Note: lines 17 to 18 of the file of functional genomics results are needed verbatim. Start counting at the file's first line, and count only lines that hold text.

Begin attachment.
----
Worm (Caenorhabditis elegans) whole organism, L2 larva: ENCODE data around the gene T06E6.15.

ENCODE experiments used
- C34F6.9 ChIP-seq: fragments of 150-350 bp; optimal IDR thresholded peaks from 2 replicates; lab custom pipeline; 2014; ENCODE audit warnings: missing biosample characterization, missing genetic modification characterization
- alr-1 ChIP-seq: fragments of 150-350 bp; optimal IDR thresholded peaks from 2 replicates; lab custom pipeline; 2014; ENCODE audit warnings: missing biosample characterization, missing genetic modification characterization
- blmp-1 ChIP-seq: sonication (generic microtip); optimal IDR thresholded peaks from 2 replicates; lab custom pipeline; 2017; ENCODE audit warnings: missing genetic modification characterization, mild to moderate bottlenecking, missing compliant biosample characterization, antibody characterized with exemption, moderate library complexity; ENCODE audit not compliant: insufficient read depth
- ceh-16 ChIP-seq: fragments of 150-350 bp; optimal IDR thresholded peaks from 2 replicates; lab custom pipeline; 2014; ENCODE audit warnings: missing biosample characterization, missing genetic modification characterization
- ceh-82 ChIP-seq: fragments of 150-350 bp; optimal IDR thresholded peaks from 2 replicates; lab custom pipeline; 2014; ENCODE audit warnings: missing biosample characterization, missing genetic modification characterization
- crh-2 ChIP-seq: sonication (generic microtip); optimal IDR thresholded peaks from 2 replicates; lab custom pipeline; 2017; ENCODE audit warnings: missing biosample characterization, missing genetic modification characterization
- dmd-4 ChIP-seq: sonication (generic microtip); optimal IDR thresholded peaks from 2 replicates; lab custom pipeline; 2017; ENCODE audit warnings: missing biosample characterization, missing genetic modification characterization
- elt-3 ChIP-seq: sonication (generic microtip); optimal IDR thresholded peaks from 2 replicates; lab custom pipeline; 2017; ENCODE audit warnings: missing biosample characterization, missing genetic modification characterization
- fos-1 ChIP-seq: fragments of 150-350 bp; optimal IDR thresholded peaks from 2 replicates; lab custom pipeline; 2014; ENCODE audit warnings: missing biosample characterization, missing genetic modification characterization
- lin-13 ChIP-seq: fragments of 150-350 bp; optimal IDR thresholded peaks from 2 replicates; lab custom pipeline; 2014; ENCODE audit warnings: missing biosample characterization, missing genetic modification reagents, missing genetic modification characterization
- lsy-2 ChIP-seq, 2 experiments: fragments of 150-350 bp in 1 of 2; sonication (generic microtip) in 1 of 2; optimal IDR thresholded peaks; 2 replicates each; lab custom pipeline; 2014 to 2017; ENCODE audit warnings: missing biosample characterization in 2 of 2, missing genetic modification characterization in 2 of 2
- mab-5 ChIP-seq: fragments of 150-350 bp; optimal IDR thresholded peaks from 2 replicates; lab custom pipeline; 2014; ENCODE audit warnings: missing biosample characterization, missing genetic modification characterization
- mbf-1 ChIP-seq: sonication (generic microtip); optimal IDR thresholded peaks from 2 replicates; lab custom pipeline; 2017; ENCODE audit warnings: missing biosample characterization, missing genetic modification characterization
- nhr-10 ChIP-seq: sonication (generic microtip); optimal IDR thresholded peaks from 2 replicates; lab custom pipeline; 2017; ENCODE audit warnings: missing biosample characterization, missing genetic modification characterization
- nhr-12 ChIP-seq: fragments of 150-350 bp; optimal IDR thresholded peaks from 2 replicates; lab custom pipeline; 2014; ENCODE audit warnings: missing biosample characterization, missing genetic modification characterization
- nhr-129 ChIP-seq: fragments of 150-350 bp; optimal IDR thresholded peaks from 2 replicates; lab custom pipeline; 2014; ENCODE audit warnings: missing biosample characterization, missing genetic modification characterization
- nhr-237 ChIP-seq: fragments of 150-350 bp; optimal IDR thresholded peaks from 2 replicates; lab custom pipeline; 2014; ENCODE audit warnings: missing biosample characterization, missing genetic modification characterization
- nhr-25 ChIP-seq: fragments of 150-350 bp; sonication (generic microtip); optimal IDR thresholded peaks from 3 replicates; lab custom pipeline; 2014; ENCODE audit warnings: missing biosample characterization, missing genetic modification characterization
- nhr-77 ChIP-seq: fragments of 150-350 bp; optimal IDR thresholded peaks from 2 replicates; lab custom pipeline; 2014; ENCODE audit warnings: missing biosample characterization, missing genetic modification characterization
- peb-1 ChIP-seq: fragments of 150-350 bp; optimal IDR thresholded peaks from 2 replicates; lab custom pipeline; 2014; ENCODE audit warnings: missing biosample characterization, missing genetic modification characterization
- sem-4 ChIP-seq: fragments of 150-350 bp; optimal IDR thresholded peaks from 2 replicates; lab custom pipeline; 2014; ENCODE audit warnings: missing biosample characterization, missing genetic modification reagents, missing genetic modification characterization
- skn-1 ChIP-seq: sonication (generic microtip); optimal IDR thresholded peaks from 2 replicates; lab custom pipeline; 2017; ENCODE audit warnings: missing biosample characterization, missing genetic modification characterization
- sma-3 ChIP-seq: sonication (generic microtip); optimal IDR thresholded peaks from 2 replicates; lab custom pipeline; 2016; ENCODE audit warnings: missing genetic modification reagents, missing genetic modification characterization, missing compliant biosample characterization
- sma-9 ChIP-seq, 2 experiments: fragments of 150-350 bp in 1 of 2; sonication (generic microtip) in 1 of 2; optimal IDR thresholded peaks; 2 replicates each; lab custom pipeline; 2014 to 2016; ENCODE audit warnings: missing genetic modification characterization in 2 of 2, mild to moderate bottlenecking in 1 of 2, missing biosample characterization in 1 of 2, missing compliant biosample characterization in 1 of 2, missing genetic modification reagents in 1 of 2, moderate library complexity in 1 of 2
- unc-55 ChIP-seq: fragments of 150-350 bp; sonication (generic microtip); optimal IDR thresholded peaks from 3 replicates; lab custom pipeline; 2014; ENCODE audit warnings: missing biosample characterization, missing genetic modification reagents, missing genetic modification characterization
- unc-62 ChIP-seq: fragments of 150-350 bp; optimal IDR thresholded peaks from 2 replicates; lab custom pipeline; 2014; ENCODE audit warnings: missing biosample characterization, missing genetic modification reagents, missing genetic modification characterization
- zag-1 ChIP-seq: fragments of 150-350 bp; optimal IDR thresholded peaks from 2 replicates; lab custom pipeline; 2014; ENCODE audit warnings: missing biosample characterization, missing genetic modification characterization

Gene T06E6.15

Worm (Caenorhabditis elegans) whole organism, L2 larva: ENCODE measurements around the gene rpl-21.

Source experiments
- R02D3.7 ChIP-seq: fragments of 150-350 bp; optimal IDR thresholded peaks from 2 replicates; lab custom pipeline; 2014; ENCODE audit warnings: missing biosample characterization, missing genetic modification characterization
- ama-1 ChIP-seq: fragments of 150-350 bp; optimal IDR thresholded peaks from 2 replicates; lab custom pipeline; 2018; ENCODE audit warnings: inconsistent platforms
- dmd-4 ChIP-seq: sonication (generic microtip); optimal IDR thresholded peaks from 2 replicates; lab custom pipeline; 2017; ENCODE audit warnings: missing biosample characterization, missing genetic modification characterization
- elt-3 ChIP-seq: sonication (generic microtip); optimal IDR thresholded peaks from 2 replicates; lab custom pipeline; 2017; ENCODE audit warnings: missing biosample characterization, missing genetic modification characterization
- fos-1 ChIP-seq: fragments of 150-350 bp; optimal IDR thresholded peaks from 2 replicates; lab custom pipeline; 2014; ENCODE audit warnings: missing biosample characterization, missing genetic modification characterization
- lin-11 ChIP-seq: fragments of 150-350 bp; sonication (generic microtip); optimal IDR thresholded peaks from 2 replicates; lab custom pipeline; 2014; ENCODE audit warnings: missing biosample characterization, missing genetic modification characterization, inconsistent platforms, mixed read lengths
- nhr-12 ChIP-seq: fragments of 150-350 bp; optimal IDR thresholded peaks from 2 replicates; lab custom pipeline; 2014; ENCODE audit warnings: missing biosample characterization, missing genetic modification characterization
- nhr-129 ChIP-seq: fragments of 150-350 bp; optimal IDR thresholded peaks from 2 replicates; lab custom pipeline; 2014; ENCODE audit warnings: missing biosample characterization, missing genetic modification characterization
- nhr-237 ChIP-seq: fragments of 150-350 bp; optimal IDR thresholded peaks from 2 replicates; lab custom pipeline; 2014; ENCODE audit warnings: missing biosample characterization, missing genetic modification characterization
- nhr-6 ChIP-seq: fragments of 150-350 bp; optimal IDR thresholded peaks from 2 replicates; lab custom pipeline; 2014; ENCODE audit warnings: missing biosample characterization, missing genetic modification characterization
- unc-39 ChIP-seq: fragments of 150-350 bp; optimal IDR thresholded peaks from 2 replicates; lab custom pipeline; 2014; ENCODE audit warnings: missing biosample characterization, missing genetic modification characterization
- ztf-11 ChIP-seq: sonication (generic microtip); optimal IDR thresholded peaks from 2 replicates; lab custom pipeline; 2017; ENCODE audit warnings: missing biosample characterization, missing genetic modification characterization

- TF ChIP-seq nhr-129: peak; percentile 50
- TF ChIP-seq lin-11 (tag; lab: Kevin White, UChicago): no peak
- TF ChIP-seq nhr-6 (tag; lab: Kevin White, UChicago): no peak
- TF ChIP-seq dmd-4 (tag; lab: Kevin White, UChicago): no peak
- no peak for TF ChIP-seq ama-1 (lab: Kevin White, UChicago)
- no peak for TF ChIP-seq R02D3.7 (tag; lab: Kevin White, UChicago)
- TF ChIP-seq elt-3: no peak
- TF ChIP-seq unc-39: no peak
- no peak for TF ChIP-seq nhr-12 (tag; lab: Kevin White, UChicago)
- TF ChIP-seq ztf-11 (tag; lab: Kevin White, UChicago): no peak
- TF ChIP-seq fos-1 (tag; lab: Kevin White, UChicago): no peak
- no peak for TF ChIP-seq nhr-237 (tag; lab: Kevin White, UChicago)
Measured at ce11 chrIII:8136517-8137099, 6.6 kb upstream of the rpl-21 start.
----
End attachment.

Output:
- nhr-12 ChIP-seq: fragments of 150-350 bp; optimal IDR thresholded peaks from 2 replicates; lab custom pipeline; 2014; ENCODE audit warnings: missing biosample characterization, missing genetic modification characterization
- nhr-129 ChIP-seq: fragments of 150-350 bp; optimal IDR thresholded peaks from 2 replicates; lab custom pipeline; 2014; ENCODE audit warnings: missing biosample characterization, missing genetic modification characterization